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Gulf Coast States Brace for Hurricane Laura, Already a Category 4 Monster and Still Gaining Strength

The Southern coasts of Texas and Louisiana are bracing for a potentially catastrophic impact from Hurricane Laura, a cyclone that rapidly intensified from a managaeable Category 1 storm (74-95 mph winds) into a major and potentially devestating Category 4 monster (130-156 mph winds).

Photo by Joe Raedle/Getty Images

As of 5:00 pm Wednesday, Laura reached maximum sustained winds of 145 miles per hour and is expected to strenghten further still. Laura’s latest forecast puts it on a direct collision course with Southern Louisiana and Eastern Texas sometime Thursday morning, with maximum sustianed winds of 150 mph, before swinging northeast into Arkansas and tracing east. It has the potential to reach Category 5 (with 156+ mph winds) status before making landfall.

In a mere 24 hours, as it entered the warm waters of the Gulf of Mexico, Laura became a dire threat to millions long the Gulf Coast, whose emergency services are already over capacity due to the coronavirus pandemic.

After Laura whirls through the Bayou, the entire Appalachian region of the Interior of the United States may feel the remnants of Laura as it swirls back out to sea somewhere between the Virginia-North Carolina border and the New York City metropolitan area over Labor Day Weekend.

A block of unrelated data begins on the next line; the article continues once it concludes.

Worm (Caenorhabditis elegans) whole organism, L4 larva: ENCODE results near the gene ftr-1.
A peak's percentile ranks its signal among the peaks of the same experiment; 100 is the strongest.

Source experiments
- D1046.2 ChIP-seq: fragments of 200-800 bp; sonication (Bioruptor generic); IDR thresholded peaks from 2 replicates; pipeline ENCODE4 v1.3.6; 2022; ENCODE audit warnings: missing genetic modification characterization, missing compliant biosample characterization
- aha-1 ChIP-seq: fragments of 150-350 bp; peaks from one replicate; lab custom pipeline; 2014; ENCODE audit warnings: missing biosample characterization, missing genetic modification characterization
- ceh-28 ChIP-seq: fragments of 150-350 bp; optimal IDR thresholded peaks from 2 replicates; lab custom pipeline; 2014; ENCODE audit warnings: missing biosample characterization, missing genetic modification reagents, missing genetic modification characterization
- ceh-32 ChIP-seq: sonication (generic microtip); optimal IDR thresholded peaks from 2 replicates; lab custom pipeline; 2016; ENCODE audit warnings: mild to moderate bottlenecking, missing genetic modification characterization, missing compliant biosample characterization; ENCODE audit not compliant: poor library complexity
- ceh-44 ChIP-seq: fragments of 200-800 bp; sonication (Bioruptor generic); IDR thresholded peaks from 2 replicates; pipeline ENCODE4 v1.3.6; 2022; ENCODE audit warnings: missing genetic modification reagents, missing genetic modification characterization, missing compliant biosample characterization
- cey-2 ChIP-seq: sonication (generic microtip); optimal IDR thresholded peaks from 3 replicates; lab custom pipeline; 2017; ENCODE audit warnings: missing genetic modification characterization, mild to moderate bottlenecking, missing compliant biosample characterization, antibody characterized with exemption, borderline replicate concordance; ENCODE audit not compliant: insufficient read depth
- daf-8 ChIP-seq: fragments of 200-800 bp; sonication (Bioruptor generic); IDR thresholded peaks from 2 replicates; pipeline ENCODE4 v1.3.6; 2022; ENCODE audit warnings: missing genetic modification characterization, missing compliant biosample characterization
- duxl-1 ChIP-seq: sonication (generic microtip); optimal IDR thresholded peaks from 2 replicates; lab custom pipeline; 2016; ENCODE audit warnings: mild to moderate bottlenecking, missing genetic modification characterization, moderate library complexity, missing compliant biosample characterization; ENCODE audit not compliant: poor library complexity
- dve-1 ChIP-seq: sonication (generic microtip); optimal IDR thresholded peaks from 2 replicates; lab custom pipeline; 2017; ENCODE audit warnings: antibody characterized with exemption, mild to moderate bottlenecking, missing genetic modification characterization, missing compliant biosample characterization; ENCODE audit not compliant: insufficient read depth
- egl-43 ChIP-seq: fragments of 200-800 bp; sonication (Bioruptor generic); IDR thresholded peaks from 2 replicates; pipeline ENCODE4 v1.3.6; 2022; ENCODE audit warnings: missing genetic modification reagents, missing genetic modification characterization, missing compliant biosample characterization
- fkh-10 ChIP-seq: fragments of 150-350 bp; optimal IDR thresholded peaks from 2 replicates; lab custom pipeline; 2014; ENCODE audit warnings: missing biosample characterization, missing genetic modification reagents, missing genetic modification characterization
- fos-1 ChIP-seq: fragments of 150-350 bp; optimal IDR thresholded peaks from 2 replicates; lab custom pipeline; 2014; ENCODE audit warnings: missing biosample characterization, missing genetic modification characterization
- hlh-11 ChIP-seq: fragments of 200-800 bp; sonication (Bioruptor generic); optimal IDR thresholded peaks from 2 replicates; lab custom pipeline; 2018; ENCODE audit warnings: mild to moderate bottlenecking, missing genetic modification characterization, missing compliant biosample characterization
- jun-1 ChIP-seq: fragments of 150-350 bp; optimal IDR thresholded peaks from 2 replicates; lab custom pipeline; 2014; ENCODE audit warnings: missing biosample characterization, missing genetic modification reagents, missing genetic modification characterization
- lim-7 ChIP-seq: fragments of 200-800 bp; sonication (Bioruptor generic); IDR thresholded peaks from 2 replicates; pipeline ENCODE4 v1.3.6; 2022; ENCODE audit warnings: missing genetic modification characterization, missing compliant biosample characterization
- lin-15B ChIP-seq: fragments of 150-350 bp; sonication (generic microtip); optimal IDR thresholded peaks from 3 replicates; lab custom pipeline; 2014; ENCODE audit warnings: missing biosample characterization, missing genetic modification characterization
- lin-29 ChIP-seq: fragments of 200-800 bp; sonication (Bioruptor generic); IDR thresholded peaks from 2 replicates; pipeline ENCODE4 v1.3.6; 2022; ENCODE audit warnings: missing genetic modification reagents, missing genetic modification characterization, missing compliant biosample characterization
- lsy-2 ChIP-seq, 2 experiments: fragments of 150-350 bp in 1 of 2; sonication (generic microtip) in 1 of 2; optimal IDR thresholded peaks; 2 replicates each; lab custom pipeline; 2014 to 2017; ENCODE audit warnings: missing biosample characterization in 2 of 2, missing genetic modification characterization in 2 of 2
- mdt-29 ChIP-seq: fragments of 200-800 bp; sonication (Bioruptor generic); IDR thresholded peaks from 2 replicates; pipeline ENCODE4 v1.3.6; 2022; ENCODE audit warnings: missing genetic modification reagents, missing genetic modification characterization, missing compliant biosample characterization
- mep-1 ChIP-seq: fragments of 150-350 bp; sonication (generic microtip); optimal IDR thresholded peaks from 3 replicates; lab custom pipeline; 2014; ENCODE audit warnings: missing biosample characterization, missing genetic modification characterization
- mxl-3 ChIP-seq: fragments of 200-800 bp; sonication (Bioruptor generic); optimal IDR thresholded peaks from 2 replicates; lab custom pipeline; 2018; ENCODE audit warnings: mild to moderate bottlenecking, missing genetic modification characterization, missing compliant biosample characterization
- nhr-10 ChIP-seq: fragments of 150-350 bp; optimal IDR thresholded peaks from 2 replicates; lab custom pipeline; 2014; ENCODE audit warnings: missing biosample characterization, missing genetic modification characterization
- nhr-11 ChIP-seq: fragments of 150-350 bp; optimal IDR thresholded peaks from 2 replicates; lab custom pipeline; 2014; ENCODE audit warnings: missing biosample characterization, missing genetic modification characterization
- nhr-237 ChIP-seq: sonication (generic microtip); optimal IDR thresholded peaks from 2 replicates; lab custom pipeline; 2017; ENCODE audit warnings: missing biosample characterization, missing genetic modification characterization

If Laura’s timing seems eerily familiar, recall that Hurricane Katrina in 2005, the costliest “natural” disaster in United States history that leveled New Orleans, reached hurricane status on August 25th, just like Laura, except that Laura has intensified at a much faster rate.

Katrina claimed the lives of 1,833 people (we think), and the storm’s total destruction of Gulf Coast communities rendered them uninhabitable for the better half of a decade.

Now, imagine a similar thing happening this week while the coronavirus pandemic wreacks untold havoc across the Southern States and has cost 177,000 lives.

The most deadly aspect to a hurricane is not the wind, nor the rain, but rather, the storm surge. Laura is expected to produce a storm surge of up to 13 feet.

Residents in Texas and Louisiana are under mandatory evacuation orders ahead of Laura’s impact.

Meanhile, Marco, an unprecedented simultaneous Gulf storm, made landfall Tuesday night in Mississippi after being downgraded to a tropical storm.



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